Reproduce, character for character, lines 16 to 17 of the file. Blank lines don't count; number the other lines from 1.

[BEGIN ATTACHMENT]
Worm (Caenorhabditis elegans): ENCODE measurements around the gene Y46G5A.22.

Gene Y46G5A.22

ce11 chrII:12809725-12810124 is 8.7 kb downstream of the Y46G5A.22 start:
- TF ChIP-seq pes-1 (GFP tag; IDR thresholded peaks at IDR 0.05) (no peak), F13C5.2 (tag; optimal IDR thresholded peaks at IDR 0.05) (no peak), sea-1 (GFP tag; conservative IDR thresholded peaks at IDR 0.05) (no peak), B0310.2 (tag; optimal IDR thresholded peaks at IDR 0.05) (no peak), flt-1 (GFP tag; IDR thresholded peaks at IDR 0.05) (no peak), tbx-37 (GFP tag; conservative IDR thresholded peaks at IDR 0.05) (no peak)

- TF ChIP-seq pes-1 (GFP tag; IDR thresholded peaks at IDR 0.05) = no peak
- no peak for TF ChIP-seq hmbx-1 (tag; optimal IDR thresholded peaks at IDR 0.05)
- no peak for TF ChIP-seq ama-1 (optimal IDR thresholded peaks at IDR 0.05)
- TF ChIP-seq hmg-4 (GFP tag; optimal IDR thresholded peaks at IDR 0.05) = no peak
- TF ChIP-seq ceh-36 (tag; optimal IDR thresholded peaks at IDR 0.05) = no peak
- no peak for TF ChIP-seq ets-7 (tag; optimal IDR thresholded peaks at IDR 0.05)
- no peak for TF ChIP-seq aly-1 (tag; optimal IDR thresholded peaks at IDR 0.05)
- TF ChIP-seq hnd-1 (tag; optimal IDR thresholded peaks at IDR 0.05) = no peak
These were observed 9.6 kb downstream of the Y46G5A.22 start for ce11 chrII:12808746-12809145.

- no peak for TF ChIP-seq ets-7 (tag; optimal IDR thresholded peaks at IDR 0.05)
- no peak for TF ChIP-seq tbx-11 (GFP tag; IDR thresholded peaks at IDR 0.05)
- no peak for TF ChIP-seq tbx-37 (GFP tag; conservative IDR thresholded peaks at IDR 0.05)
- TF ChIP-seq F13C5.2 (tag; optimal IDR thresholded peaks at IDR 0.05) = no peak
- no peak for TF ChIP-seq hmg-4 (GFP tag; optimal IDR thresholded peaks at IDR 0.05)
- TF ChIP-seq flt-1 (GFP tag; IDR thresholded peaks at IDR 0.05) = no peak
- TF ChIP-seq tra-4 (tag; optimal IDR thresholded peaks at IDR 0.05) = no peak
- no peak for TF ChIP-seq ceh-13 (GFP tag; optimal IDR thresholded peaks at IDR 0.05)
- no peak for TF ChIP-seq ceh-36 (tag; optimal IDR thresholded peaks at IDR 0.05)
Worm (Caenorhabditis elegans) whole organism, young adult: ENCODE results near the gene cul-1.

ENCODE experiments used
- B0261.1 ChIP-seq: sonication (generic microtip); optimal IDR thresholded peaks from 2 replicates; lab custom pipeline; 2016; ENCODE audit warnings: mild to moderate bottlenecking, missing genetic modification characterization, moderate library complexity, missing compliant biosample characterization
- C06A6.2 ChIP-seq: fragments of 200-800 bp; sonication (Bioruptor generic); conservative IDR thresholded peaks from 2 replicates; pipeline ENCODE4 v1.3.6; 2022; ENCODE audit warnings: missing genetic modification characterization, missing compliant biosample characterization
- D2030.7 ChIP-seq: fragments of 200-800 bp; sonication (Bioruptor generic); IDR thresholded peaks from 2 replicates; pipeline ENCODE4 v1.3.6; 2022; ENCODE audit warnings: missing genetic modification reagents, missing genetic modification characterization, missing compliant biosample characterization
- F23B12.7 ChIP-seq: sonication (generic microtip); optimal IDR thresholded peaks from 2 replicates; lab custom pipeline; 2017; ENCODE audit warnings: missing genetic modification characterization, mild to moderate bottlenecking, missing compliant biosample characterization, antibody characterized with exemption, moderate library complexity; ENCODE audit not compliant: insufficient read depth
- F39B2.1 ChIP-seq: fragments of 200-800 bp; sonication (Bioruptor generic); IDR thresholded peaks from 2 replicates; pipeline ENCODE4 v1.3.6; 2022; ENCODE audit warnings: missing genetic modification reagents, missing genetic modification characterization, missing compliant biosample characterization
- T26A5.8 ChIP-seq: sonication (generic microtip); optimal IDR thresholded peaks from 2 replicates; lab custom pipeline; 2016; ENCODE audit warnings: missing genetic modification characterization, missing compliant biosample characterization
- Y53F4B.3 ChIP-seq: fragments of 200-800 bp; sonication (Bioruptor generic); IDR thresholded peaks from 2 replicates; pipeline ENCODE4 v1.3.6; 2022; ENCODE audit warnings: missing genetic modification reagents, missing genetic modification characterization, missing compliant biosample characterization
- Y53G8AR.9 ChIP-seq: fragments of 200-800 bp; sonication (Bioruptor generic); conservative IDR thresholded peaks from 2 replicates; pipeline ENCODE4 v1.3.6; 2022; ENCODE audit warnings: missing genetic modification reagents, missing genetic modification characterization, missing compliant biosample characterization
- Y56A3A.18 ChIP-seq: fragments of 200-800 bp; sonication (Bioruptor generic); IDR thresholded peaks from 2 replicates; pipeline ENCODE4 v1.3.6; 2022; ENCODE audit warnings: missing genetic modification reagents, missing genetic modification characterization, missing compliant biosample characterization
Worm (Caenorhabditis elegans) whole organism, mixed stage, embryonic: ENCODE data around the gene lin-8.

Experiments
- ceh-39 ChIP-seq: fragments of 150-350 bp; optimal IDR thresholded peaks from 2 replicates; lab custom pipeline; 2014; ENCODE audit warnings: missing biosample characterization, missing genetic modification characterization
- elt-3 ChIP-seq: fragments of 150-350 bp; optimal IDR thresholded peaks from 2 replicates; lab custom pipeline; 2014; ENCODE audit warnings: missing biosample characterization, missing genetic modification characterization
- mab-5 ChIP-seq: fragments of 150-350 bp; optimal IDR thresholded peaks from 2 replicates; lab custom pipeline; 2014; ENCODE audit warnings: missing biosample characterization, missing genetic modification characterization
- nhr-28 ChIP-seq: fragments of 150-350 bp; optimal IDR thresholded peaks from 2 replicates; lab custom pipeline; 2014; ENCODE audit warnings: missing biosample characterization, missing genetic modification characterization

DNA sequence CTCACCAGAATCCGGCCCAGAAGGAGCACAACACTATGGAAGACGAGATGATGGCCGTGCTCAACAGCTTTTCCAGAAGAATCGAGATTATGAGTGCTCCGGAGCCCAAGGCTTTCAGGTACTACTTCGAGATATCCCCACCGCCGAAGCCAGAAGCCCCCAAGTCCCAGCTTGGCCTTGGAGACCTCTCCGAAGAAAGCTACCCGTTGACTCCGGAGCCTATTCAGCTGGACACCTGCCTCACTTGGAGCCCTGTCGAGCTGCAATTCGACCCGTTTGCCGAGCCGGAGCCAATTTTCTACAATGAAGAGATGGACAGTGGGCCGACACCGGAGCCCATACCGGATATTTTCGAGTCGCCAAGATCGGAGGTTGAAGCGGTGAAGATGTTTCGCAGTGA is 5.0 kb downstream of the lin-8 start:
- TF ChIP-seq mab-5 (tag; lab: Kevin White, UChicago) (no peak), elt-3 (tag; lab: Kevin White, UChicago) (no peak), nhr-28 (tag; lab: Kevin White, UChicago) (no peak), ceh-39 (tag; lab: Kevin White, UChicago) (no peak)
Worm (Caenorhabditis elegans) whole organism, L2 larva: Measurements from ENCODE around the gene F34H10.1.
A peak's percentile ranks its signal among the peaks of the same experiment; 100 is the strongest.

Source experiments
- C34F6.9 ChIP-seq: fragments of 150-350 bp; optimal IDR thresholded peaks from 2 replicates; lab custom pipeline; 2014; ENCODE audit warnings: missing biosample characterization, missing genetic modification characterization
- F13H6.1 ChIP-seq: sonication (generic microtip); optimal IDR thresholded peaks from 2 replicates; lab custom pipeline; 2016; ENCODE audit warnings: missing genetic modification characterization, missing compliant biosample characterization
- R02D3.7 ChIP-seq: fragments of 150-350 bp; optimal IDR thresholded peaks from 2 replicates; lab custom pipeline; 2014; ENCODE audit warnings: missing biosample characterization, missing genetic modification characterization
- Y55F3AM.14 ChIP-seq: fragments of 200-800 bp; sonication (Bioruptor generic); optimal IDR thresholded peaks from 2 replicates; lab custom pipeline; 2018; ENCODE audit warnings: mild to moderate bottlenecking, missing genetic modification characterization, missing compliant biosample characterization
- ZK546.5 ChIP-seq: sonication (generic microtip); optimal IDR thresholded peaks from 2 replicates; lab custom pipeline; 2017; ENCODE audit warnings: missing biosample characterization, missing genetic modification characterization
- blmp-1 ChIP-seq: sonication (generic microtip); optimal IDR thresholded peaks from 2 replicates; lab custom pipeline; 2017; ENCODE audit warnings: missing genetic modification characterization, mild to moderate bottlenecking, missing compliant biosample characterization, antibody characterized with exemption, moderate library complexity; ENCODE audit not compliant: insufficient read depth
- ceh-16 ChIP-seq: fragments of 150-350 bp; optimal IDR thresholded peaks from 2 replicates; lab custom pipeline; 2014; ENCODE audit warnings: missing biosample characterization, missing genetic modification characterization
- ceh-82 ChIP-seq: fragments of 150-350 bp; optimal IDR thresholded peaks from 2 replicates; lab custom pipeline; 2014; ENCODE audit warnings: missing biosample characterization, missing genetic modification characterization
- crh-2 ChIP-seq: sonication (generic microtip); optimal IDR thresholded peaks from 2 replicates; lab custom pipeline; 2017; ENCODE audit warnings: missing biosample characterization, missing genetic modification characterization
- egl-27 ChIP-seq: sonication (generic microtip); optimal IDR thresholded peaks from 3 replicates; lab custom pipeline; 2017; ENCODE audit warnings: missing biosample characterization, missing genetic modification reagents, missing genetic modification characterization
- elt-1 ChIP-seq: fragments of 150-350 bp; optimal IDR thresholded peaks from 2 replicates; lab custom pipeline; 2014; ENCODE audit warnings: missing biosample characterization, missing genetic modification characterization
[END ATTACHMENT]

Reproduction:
- no peak for TF ChIP-seq tbx-37 (GFP tag; conservative IDR thresholded peaks at IDR 0.05)
- TF ChIP-seq F13C5.2 (tag; optimal IDR thresholded peaks at IDR 0.05) = no peak